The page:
The bass management settings in the receiver allows you select unique crossovers for the speakers. So I can have a crossover of 60 for my front Polk RTI150s, a crossover of 80 for my center Polk Csi30, and a crossover of 120 for my surrounds. I use these setting for movies but as I said use the fixed 80-Hertz crossover for multi-channel music.

    Things I like about this receiver are that it has minimal bells and whistles but yet it seems to do about everything I want it to do. A nice feature is that the remote has a button that letís you toggle between the multi-channel inputs and the DVD inputs. Thus I can compare the sound of using my Denon's internal DACs with the Outlaw DACs by simply pressing a button. I also like the trim button that allows you to increase or decrease the individual channel levels on the fly. The on screen display (OSD) gives you access to all the units configurable settings through a simple and logically laid out menu system.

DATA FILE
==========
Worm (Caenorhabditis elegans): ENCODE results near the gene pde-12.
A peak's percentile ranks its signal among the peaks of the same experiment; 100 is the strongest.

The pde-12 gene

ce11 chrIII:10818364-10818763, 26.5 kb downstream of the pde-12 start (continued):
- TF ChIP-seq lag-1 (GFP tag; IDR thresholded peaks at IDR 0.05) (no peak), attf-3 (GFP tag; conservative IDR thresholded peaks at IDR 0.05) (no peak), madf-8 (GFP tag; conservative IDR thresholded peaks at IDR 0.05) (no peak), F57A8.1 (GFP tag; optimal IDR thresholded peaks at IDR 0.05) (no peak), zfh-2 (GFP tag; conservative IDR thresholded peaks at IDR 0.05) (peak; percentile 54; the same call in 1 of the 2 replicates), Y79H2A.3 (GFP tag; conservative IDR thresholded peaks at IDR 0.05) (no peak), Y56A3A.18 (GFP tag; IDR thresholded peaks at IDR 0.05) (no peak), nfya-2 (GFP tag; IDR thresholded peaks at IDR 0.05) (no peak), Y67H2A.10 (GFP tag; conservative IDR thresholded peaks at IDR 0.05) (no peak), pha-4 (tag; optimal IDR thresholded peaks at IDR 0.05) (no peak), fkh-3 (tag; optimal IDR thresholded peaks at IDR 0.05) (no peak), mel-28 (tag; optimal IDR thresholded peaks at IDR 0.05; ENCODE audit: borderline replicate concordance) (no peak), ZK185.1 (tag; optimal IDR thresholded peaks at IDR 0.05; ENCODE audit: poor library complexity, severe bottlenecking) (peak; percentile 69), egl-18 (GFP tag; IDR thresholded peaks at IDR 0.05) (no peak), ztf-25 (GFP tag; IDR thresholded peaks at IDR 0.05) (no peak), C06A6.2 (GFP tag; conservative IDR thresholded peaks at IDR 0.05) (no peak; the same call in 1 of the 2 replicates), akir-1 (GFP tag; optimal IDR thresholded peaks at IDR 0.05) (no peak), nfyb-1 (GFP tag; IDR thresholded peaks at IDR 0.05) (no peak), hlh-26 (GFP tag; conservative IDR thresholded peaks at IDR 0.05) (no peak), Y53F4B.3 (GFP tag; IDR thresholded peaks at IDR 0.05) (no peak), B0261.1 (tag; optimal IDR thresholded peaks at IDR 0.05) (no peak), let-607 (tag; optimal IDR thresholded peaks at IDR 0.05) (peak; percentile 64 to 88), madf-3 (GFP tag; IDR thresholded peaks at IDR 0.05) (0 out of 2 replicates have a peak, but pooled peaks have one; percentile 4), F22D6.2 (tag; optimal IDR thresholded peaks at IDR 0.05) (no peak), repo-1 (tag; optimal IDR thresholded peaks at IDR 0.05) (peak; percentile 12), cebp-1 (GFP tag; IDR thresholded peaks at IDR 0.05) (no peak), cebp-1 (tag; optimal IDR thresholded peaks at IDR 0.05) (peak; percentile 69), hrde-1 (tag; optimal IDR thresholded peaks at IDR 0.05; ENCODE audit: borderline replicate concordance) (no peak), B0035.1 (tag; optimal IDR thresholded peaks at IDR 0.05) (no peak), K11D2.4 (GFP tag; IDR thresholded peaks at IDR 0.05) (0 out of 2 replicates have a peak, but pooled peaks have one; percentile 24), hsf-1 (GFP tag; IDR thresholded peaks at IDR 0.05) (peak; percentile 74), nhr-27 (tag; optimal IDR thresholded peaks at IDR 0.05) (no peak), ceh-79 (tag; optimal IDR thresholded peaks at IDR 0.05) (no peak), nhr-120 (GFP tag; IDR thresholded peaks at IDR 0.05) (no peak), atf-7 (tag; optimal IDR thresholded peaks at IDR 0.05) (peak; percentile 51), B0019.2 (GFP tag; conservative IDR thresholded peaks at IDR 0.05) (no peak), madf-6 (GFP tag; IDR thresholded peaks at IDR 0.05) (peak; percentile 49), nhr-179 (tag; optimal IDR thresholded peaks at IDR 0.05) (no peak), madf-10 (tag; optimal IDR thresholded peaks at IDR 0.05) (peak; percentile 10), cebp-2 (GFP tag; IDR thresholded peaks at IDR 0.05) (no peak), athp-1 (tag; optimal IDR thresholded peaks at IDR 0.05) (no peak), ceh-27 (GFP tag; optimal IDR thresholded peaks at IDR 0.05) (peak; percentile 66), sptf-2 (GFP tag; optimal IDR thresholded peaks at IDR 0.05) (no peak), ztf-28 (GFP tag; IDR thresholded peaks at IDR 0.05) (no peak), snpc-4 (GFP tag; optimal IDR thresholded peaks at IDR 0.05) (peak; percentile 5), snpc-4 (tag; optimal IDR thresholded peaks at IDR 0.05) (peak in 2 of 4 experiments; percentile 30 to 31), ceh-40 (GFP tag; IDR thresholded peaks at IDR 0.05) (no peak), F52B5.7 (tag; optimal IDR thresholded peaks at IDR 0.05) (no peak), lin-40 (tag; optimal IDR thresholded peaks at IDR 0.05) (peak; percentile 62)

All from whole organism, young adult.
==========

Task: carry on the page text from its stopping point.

One feature that I miss is not being able to dim the display on the 1070. While were on the topic of displays, not just Outlaw but many receivers in general, whatís the deal with the character size, and display quality? I can barely read any of the them from more than 8 feet away. Iíve got a LCD thermostat that I can read from the other side of the house.

    How about build quality, I think itís quite good. The back end and insides of this thing are beautiful. The front end is down right ugly but thatís how I like my equipment, it goes well with my NAD components. The unit weighs 40 pounds and uses a toroidal power supply. The all-metal binding posts are impressive. The detachable power cord has a very tight fit, and as some of us who got the first batch of 1070ís found out, the first time you plug it in you really need to apply some force. Iíve posted some pictures in the Polk forum system showcase under Polkitup2.